In September and October, a series of Pier Paolo Pasolini films screened at multiple venues in the Bay Area. Multiple films screened at the Castro and Roxie one weekend. However, I was only able to catch one film at the PFA series. It was my intention to see more films in the series but a BART delay, an illness, a heavy work schedule and all my other cinematic commitments kept me away. I most regret missing The Gospel According to St. Matthew.
The only film I saw was Medea.
Medea starring Maria Callas; directed by Pier Paolo Pasolini; Italian with subtitles; (1969)
I have seen a few of the Pasolini films in the series before including Accattone & Mamma Roma.
Medea was based on a Greek mythology story which I had learned in school and forgot. I can say that of many of the Greek mythology stories I once knew or at least had a passing knowledge of.
Medea was married to Jason (as in Jason and the Argonauts). Medea helped Jason pass the tests needed to retreive the Golden Fleece on the agreement that he would marry her. Jason held his end of the bargain long enough to father several children by Medea. Later, he would abandon her for another woman. In revenge for his betrayal, Medea kills their two youngest sons and later herself.
This version of the myth closely follows Pasolini's Medea. In his version, Medea (Maria Callas) helps Jason (Giuseppe Gentile) steal the Golden Fleece from her father; going so far to kill her own brother as a diversion. Jason & Medea escape back to his homeland (Greece) where Medea is stripped of her barbarian robes and given more modest dress as a Greek housewife. Jason eventually opts out of the marriage with Medea which results in two versions of Medea's revenge. At the time, I didn't quite understand what I was seeing on the screen but after reading a synopsis, I understand the sequence of events. In one version, Medea (who is something of a shaman) curses her own robe and gives it to the new bride as a gift. When the bride puts it on, it bursts into flames killing the bride and her father. In the second version, when the bride puts on the robe, she begins to empathize with Medea's plight and leaps to her death and her father follows suit.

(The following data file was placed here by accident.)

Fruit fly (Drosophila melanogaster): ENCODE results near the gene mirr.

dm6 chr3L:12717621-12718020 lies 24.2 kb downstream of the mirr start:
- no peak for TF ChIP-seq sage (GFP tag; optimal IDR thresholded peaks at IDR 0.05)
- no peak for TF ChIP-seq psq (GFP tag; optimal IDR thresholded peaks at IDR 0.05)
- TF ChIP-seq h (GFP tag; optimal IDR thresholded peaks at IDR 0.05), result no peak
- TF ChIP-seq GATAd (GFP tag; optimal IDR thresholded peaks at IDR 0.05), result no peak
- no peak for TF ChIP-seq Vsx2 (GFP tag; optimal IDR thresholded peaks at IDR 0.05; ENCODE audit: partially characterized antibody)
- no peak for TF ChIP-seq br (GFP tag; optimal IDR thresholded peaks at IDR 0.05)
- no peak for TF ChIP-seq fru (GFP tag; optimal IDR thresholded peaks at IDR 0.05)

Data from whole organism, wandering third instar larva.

When Jason arrives to confront Medea, she has already killed their sons, refuses to turn the bodies over for proper burial and burns herself and her sons' bodies in revenge.
The plot synopsis is more verbose than I initially understood the film. I should have reacquainted myself with the Medea story in order to better understand the film. I left the film partially confused about what I had seen and had to piece together the plot by re-familiarizing myself with the Medea myth.
The first half of the film was like a documentary of North African tribesmen and their rituals. I found this part of the film to be more satisfying. It was operatic in a sense so Callas' presence was natural. When the film shifted to Jason's homeland, the plot was harder to understand, particularly due to the multiple versions of the same events.
However, the film is light on dialogue and heavy on images of violence and stark landscapes which stamps Medea with Pasolini's spartan filmmaking techniques. This interpretation of Medea & Pasolini's imagery is primal and abstract which can make the story frustratingly difficult to follow but also produces striking imagery and theatricality.
I didn't enjoy Medea so much when I saw it but I'd like see it again with proper preparation on my part.
4 days ago